Human Nature Is a Precarious Term Paper

Excerpt from Term Paper :

He is unaware that it is his free will that is longing to escape. While he is wise not to ignore his inner yearnings, he is oblivious on how to obtain his freedom. All he knows is that he is lost and he must find a way to himself. This is a personality trait that every human being is born with and when it becomes endangered the human instinct is to resist.

Resistance is not always easy as Orwell demonstrates in his novel. Winston and others in the novel are met at all sides to conform but it is not so easy, as Winston illustrates. The yearning of human nature is compounded with images of Thought Police, another intrusive presence that makes life unbearable. Winston tells us, "At home and in bed in the darkness you were safe from the telescreen so long as you kept silent" (96-7). Again, we are faced with a lack of individuality that is essential for a fulfilling human experience. Winston's personal journal exposes his need for individuality. Through his sadness, we see that what is most personal to humanity - our own nervous system and emotions - is used against him in a society that is bent on killing the autonomy he desires. Winston is a hero because he does not bend so easily. However, his struggle is made that much more difficult because of his innate desires. The novel serves as a warning for those that think otherwise.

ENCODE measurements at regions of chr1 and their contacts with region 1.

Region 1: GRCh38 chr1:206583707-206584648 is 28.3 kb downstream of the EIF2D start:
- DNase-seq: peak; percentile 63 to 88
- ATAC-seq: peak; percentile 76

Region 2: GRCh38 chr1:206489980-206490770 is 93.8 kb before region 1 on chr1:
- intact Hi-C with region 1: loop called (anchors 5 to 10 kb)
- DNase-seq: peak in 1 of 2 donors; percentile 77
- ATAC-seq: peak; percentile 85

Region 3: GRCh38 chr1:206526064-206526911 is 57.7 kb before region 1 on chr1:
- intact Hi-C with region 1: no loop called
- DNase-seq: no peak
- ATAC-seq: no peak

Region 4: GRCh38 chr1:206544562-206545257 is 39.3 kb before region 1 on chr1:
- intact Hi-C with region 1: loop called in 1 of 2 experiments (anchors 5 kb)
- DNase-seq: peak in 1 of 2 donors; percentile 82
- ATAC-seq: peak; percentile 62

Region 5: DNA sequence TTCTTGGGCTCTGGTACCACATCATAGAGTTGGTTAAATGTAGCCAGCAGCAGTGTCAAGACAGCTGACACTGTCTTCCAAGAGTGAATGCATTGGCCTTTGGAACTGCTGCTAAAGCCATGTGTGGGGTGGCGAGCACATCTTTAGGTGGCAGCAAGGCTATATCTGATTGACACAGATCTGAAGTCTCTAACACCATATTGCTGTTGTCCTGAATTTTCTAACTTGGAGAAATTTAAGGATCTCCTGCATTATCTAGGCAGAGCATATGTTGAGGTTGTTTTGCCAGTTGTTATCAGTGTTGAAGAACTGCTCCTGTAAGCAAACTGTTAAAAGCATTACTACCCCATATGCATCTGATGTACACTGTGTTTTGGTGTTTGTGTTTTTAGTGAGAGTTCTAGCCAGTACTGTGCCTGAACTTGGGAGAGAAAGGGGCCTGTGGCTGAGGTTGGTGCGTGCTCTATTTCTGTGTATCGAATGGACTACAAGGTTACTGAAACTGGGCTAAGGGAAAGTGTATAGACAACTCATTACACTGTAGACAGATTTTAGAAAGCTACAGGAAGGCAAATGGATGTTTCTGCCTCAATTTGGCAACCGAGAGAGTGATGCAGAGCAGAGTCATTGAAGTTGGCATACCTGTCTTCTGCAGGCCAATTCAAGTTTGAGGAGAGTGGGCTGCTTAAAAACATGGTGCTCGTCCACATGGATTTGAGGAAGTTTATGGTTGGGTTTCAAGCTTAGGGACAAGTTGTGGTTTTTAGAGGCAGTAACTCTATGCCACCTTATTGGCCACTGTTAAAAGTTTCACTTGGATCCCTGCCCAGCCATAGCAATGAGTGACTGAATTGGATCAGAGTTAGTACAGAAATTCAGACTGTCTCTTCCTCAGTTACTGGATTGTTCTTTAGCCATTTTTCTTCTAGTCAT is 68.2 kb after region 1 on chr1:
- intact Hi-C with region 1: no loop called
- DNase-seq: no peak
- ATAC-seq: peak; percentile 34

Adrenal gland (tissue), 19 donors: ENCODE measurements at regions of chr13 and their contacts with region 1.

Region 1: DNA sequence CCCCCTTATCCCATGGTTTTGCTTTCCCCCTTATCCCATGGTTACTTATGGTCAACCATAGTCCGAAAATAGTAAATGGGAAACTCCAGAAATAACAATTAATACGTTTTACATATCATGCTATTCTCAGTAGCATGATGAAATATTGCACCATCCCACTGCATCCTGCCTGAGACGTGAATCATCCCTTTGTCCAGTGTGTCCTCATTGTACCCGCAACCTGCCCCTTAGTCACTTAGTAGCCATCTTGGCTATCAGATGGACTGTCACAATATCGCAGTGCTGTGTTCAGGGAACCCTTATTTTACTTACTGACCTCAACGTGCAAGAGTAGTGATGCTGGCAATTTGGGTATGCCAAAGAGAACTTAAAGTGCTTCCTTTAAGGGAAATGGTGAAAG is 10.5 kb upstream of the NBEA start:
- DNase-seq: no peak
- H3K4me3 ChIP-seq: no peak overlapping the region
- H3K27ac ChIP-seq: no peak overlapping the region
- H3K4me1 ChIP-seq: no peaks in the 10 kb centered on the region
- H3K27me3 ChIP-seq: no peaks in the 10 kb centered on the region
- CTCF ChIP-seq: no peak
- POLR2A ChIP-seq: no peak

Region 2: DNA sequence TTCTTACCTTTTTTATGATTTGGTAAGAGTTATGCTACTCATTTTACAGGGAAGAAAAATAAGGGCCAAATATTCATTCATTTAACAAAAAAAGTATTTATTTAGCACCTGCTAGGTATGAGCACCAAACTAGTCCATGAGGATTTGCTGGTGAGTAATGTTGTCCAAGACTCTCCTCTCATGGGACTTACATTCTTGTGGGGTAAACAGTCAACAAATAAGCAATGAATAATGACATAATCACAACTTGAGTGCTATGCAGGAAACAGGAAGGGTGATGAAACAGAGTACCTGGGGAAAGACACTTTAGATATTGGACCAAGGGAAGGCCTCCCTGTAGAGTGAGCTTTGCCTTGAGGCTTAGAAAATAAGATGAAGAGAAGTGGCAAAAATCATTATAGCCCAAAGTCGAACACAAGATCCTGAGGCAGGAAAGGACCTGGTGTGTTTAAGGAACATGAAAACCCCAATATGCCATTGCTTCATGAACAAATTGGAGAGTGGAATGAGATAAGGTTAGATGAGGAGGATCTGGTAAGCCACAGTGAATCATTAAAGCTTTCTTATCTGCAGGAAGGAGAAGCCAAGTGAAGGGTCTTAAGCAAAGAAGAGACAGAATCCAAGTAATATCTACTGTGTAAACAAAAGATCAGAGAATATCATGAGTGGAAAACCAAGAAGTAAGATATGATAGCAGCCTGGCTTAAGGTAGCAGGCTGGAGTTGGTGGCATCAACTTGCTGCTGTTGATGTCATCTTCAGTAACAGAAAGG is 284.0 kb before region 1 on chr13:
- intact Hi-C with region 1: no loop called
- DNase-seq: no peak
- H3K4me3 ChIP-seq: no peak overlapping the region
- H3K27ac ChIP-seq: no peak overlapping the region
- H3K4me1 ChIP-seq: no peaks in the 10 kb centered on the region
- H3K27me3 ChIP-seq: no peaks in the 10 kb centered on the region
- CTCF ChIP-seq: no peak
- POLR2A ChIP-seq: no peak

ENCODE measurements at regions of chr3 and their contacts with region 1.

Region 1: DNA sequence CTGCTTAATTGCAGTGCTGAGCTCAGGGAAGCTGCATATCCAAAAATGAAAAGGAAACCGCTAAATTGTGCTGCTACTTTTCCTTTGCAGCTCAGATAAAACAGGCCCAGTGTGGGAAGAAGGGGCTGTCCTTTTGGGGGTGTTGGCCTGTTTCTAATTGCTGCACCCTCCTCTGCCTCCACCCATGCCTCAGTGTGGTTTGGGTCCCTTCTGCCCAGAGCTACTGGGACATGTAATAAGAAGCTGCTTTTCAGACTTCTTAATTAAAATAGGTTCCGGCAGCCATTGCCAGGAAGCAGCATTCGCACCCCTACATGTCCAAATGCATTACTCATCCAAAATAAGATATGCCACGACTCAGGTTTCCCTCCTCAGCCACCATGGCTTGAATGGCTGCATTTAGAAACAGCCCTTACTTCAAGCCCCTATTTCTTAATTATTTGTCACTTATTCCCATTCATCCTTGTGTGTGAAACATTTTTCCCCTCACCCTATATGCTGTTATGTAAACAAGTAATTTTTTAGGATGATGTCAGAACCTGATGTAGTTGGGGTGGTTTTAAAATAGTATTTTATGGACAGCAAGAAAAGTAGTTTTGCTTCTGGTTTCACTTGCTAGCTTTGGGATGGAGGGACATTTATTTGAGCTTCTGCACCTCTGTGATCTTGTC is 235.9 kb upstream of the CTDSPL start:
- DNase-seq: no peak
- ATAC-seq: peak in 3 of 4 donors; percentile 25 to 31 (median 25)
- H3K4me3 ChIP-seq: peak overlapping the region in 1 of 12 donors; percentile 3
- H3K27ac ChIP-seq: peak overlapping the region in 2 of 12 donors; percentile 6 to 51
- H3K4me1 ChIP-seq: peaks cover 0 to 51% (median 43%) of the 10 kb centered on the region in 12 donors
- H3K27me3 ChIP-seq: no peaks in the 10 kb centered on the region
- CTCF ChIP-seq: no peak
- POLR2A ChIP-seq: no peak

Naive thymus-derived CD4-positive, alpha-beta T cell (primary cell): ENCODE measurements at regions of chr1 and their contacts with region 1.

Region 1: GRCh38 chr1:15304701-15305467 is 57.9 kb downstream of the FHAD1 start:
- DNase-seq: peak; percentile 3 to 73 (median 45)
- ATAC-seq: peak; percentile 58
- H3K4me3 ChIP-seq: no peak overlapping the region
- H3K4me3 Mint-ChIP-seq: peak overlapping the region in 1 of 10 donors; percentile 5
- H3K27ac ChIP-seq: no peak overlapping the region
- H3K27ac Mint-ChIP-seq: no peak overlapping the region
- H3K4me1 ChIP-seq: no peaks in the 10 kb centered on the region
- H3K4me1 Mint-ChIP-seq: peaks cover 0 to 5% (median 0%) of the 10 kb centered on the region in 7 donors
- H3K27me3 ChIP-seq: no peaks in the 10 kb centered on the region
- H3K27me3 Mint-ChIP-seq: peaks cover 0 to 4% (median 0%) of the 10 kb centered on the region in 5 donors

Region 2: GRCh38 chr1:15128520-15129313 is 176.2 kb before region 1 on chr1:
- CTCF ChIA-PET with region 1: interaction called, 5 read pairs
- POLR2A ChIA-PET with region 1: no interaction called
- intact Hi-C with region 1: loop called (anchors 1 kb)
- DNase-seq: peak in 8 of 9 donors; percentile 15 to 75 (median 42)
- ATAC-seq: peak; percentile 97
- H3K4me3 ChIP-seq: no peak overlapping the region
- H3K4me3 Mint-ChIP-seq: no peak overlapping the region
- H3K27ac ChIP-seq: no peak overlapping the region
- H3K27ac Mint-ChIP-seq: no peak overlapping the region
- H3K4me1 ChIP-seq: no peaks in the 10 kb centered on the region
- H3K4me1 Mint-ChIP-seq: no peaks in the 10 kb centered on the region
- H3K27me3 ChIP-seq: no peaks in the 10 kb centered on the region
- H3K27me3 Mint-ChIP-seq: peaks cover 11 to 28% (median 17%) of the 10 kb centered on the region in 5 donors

1984 introduces us to many ideas and considerations. One of the most predominant themes is the need for individuality and how that yearning is born into every individual. Winston is just one man but he represents all of the men who would rather fight than give in to a so-called utopia. His innate instinct is that what the government is doing is wrong and he is willing to fight to prove that point. Even after endless torture, he does not want to bow down to or love Big Brother. His instinct will not allow him to do so and this is the instinct with which all human beings are born. Because Winston yields at the end of the novel reinforces the individuality that Orwell believes in. There is no way that humanity can belong to a government and be happy and 1984 illustrates this point down to the last page when Winston utters his fatal words.

Works Cited…

Sources Used in Document:

Works Cited

Orwell, George. 1984. New York: Harcourt Brace. 1977.

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